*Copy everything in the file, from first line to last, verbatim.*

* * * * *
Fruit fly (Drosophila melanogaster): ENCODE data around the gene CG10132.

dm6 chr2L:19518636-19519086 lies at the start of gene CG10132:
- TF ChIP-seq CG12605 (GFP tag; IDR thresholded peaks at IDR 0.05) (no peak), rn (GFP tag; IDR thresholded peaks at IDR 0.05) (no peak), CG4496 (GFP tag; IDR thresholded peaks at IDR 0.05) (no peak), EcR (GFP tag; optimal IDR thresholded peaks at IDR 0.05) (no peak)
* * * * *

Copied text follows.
Fruit fly (Drosophila melanogaster): ENCODE data around the gene CG10132.

dm6 chr2L:19518636-19519086 lies at the start of gene CG10132:
- TF ChIP-seq CG12605 (GFP tag; IDR thresholded peaks at IDR 0.05) (no peak), rn (GFP tag; IDR thresholded peaks at IDR 0.05) (no peak), CG4496 (GFP tag; IDR thresholded peaks at IDR 0.05) (no peak), EcR (GFP tag; optimal IDR thresholded peaks at IDR 0.05) (no peak)